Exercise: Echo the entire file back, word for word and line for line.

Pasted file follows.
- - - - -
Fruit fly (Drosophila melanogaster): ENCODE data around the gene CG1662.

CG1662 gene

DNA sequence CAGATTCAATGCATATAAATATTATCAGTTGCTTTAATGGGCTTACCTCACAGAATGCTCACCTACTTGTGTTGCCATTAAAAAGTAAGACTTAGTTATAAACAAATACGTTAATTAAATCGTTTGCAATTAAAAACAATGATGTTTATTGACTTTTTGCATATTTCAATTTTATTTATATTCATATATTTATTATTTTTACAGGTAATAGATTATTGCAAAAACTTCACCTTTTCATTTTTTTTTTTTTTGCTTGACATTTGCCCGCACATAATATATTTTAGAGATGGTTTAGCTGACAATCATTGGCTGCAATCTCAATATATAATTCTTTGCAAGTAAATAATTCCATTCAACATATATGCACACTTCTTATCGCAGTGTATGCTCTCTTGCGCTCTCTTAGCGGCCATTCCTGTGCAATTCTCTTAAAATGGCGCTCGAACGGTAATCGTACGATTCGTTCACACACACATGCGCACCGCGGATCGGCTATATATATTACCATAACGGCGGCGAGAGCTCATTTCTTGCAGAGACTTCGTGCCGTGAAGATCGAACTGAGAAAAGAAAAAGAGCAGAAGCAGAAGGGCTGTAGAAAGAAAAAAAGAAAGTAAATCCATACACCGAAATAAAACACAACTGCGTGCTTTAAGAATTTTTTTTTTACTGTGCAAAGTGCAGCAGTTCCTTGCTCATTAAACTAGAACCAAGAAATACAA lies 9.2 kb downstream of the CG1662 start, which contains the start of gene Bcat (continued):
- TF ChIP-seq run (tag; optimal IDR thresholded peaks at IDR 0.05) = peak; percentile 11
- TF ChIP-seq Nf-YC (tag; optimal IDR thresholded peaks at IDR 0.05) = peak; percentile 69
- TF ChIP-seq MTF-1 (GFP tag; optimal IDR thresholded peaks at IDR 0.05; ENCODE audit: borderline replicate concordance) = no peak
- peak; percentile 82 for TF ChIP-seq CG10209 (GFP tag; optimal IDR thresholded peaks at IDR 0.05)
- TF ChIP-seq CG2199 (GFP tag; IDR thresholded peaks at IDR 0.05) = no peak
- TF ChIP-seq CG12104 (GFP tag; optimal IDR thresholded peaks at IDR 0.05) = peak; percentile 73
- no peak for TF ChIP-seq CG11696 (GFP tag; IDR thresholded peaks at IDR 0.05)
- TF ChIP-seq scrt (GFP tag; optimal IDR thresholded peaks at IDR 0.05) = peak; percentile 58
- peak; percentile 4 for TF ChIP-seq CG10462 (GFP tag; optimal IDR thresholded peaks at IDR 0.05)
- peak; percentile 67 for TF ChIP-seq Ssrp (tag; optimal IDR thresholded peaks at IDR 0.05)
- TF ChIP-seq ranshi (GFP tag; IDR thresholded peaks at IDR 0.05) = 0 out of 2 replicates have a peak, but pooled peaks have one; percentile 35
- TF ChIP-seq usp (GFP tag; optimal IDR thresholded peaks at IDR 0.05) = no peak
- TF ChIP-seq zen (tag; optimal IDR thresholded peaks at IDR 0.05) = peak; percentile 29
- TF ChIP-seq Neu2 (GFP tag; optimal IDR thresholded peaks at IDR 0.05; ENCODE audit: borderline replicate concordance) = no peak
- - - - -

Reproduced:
Fruit fly (Drosophila melanogaster): ENCODE data around the gene CG1662.

CG1662 gene

DNA sequence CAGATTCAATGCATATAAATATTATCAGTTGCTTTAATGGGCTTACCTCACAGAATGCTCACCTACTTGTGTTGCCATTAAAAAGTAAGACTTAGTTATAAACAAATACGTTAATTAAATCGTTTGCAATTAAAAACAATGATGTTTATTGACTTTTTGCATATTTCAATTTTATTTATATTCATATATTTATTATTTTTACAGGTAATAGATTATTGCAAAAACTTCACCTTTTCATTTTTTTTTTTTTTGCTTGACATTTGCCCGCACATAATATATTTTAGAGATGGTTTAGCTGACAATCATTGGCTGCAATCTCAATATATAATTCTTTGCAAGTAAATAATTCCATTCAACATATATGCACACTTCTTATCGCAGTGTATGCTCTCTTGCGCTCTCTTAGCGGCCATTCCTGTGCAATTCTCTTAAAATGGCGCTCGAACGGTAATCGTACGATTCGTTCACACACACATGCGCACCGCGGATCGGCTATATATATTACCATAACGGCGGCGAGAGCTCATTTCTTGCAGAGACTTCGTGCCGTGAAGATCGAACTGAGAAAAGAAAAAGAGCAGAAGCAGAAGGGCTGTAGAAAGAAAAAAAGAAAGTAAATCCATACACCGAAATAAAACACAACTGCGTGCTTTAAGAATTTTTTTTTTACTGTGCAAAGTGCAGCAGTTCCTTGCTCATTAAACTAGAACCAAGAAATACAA lies 9.2 kb downstream of the CG1662 start, which contains the start of gene Bcat (continued):
- TF ChIP-seq run (tag; optimal IDR thresholded peaks at IDR 0.05) = peak; percentile 11
- TF ChIP-seq Nf-YC (tag; optimal IDR thresholded peaks at IDR 0.05) = peak; percentile 69
- TF ChIP-seq MTF-1 (GFP tag; optimal IDR thresholded peaks at IDR 0.05; ENCODE audit: borderline replicate concordance) = no peak
- peak; percentile 82 for TF ChIP-seq CG10209 (GFP tag; optimal IDR thresholded peaks at IDR 0.05)
- TF ChIP-seq CG2199 (GFP tag; IDR thresholded peaks at IDR 0.05) = no peak
- TF ChIP-seq CG12104 (GFP tag; optimal IDR thresholded peaks at IDR 0.05) = peak; percentile 73
- no peak for TF ChIP-seq CG11696 (GFP tag; IDR thresholded peaks at IDR 0.05)
- TF ChIP-seq scrt (GFP tag; optimal IDR thresholded peaks at IDR 0.05) = peak; percentile 58
- peak; percentile 4 for TF ChIP-seq CG10462 (GFP tag; optimal IDR thresholded peaks at IDR 0.05)
- peak; percentile 67 for TF ChIP-seq Ssrp (tag; optimal IDR thresholded peaks at IDR 0.05)
- TF ChIP-seq ranshi (GFP tag; IDR thresholded peaks at IDR 0.05) = 0 out of 2 replicates have a peak, but pooled peaks have one; percentile 35
- TF ChIP-seq usp (GFP tag; optimal IDR thresholded peaks at IDR 0.05) = no peak
- TF ChIP-seq zen (tag; optimal IDR thresholded peaks at IDR 0.05) = peak; percentile 29
- TF ChIP-seq Neu2 (GFP tag; optimal IDR thresholded peaks at IDR 0.05; ENCODE audit: borderline replicate concordance) = no peak